When you have built your retro computer the chances are you’ll turn it on and be faced with a BASIC interpreter prompt. This was the standard interface for home computers of the 8-bit era, one from which very few products deviated. If you were a teenager plugging your family’s first ever computer into the living-room TV then your first port of call after getting bored with the cassette of free educational games that came with it would have been to open the manual and immerse yourself in programming.
The trouble is, in the several decades since, 8-bit BASIC skills have waned a little. Most people under 40 will have rarely if ever encountered it, and the generation who were there on the living room carpet with their Commodore 64s (or whatever) would probably not care to admit that this is the sum total of their remembered BASIC knowledge.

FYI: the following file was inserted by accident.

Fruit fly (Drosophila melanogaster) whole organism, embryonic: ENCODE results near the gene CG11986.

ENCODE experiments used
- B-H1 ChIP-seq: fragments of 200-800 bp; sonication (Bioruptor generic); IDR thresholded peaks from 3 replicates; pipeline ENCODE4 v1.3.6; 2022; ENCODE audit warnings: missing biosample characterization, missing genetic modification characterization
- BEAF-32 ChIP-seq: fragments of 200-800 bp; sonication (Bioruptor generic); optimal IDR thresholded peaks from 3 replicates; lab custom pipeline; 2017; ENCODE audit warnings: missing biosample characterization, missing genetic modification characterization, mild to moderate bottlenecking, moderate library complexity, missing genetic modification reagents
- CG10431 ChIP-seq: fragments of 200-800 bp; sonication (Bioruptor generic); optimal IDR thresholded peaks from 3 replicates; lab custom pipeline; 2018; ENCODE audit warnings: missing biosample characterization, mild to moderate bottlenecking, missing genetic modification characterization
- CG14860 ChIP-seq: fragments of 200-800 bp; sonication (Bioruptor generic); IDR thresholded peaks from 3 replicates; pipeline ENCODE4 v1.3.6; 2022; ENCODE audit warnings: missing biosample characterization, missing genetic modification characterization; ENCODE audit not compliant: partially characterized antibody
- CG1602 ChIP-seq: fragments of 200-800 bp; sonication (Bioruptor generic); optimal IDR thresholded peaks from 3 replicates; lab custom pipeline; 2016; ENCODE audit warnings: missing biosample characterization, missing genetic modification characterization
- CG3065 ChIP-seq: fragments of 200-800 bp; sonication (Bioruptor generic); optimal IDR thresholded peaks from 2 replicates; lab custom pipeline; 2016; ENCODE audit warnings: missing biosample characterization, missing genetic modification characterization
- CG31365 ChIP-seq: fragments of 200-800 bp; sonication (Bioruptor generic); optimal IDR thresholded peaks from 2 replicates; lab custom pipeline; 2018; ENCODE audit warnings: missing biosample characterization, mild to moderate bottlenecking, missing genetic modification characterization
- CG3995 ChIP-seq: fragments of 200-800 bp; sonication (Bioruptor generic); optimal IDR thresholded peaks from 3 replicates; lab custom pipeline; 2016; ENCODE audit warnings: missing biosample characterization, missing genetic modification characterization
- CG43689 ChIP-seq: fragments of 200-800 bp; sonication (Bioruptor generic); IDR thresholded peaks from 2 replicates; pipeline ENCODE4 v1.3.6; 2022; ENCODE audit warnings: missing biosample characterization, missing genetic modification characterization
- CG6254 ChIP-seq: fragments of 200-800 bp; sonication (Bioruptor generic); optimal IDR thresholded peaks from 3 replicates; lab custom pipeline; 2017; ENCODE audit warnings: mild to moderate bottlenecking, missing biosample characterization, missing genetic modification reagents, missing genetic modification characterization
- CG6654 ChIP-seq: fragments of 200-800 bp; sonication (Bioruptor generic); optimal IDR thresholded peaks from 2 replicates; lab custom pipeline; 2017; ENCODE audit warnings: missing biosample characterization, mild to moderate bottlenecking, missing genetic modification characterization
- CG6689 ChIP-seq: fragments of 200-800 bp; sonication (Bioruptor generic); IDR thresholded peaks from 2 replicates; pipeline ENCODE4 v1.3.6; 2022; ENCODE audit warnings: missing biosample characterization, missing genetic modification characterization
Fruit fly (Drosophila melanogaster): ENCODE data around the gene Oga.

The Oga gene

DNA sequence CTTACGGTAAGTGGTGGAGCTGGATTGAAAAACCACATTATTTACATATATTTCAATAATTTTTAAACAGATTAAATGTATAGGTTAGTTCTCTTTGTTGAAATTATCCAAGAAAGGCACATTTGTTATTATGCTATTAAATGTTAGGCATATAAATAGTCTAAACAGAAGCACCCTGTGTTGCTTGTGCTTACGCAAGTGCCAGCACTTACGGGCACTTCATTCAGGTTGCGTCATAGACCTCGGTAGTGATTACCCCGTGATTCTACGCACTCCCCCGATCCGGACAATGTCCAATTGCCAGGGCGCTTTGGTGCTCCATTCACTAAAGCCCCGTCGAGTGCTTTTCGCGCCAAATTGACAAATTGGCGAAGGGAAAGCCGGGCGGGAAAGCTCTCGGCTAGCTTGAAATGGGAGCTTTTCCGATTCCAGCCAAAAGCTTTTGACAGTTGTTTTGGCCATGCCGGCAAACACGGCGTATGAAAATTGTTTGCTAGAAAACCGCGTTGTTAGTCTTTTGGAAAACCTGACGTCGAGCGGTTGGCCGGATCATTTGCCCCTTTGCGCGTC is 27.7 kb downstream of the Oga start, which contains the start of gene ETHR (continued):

10 PRINT "Hello World"<br />
20 GOTO 10
If you have built a retro-computer then clearly this is a listing whose appeal will quickly wane, so where can you brush up your 8-bit BASIC skills several decades after the demise of 8-bit home computers?
When I was very, very young – I’m from 1984 – I did some very basic BASIC, mostly on an MSX, but I remember very little of it. BASIC programming didn’t grab me as a kid, and as such, I never went down the programmer’s path. Today, with an adult life with adult responsibilities, learning to program seems like such a daunting undertaking, for which I simply don’t have the time.